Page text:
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Different Types of Light Dimmers: What to Know


Dimmer switches are a great way to reduce energy output, add ambience, and save on maintenance costs. While all dimmers have these benefits, not all of these devices are built the same. In fact, there are several different types of dimmers designed to work with specific loads, lighting sources, and circuits.

Let’s discuss the possibilities if you want to update the feel of your home interior with dimmers. Different bulbs and different switch styles will change how your lighting performs.

And it’s always wise to consult an electrician for certified advice on what types of dimmers are safest for your setup. 

I’m Just Not Sure We’re Compatible

Every light in your home is connected to an electrical circuit that supplies power to the bulb. A traditional light switch can be simply turned on or off to cut this power. A dimmer regulates the voltage passing through a circuit, essentially reducing the power to a light and changing the brightness.

The type of light circuit you have installed and the type of dimmer you’re using will determine what switches can be used and how your lighting will function. Dimmers used in the wrong combination can cause your lights to flicker or more serious electrical damage.

Single Pole Dimmers

Lights controlled by a single switch are compatible with single pole dimmers. The switch controls a single light or single set of lights.

3-Way or 4-Way Dimmers

These dimmers are used on light circuits with multiple switch locations. A switch at the top and bottom of a staircase is a good example.

3 or 4-way dimmers only allow for a single switch with dimming ability. The other switches can only act as on/off controls. The dimmer is set to the desired level, and the on/off switches will set lighting back to that level when turned on.

Multi-Location Dimmers

Multi-location dimmers can be installed with multiple dimmers on the same circuit. The light intensity can be controlled by multiple dimmer switches.

These dimmer switches are compatible with 3-way non-dimmers and smart home systems.

Plug-In Dimmer

Plug-in dimmers are devices that connect to a wall outlet on one side and a light fixture on the other. They control light intensity with an external dimmer that regulates voltage to the light.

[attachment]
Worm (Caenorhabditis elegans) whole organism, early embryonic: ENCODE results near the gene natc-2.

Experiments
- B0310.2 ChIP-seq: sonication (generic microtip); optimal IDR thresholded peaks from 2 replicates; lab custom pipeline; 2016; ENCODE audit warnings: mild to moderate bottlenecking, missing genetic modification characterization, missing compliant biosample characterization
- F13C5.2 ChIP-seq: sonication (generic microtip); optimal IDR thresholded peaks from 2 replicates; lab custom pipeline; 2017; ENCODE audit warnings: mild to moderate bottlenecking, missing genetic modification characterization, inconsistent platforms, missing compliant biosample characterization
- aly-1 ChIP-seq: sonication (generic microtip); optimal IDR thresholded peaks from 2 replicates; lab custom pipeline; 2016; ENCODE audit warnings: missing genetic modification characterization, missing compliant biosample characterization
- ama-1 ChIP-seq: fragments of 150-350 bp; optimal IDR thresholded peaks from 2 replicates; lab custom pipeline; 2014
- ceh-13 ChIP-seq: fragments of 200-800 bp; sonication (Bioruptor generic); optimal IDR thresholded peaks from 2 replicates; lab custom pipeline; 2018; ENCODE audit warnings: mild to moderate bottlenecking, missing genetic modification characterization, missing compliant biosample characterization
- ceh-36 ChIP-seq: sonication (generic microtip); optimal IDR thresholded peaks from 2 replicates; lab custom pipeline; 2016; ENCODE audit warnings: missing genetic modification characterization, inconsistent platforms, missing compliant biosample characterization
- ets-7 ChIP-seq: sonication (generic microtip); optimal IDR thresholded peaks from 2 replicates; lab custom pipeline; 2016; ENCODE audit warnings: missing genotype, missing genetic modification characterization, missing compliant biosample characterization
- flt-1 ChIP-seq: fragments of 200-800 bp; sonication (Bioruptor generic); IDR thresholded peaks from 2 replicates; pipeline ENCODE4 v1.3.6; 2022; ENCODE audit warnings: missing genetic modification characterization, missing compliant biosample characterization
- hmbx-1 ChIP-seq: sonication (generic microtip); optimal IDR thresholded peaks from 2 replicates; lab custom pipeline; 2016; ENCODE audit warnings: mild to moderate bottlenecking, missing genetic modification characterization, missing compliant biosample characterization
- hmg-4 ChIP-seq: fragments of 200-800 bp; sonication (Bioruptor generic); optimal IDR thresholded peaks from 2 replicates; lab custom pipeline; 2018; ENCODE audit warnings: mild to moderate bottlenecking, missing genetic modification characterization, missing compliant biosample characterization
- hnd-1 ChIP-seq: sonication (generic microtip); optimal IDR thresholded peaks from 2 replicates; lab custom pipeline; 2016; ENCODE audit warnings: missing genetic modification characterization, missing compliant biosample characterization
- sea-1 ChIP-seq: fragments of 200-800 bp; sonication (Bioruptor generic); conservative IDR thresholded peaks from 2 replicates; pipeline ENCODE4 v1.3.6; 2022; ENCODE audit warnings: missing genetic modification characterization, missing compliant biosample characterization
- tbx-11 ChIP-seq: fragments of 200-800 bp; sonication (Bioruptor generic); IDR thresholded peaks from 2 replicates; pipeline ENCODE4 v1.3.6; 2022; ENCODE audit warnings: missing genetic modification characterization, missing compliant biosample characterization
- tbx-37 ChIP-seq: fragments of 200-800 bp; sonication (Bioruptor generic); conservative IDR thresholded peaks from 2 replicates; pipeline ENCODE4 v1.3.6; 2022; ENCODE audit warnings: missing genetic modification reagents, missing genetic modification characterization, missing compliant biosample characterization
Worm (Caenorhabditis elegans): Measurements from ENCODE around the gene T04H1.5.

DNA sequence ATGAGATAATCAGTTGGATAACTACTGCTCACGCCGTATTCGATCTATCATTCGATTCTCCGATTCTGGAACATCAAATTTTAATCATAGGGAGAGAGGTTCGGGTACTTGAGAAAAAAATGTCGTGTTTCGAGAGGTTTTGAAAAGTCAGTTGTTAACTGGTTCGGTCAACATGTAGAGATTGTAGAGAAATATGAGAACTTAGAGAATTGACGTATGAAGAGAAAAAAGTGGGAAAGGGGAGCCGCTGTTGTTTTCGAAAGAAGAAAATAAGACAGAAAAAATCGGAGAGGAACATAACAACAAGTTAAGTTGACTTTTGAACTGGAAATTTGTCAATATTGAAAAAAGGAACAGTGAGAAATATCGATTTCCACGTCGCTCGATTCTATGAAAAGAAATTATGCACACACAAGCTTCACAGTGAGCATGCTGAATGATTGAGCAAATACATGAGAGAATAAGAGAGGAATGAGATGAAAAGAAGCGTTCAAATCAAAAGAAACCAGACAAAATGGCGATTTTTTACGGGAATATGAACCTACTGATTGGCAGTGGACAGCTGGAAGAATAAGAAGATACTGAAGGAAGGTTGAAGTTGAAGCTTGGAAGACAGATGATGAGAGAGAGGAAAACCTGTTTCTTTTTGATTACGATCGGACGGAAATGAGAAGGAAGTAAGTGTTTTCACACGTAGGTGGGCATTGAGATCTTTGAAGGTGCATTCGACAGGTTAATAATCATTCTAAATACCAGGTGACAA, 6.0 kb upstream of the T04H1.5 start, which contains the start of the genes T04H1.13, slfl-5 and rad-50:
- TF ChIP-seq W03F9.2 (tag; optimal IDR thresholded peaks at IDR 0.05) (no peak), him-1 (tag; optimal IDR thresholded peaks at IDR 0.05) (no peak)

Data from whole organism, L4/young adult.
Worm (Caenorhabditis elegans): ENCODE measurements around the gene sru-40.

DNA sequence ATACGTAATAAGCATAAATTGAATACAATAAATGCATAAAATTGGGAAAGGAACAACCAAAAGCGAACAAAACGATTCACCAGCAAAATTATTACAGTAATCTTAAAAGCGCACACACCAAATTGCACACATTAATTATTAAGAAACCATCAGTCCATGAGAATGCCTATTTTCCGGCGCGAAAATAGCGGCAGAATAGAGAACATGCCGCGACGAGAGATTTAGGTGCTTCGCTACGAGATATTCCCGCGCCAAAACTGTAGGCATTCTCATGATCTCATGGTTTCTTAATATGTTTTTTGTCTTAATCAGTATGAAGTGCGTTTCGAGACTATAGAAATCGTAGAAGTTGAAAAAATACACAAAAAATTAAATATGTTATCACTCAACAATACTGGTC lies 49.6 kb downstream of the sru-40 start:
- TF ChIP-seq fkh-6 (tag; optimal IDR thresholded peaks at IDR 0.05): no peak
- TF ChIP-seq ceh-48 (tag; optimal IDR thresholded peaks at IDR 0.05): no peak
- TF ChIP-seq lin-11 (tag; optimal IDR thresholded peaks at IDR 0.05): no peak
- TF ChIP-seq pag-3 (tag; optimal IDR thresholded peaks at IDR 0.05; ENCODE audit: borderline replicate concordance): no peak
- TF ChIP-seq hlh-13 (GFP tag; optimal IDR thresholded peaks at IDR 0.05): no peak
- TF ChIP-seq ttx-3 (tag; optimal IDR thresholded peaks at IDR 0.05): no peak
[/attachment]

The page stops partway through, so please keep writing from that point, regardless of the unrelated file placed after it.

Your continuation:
These are most common for floor lamps and table lamps.

Bulb Type & Dimmers

Bulb type is a key factor in knowing what types of dimmers you can integrate into your existing lighting. Mixing and matching a new dimmer with bulbs that aren’t compatible will probably leave you needing a new bulb. Or worse, damage to the circuit or other electrical components.

Different bulbs also have different hues and light tones that will change the feel and ambience of your room. Before adding or exchanging a dimmer to any part of your home, confirm what type of bulbs you used in that room.

We recommend using the same type and wattage of bulb throughout an entire circuit. It will make for easier light settings and prevent complications if there’s a problem.

Five ornamental halogen lights hanging in an elegant home.


These types of bulbs require leading edge or resistive dimmers due to the filaments inside the bulbs. Modern resistors function by switching the light circuit on and then off in quick succession. This approach reduces the total amount of electricity travelling through the circuit. The on and off periods may not be equal, resulting in a net direct current voltage.

Modern kitchen with magnetic low-voltage lighting.

Magnetic Low Voltage (MLV)

Transformers that reduce higher voltages to less than 30 volts are called low-voltage transformers. In a modern home, under-counter or low-voltage lighting are just a few devices that use MLV. Incandescent dimmers can damage magnetic transformers, so an inductive dimmer switch must be used.

Fluorescent lights hanging in dark room.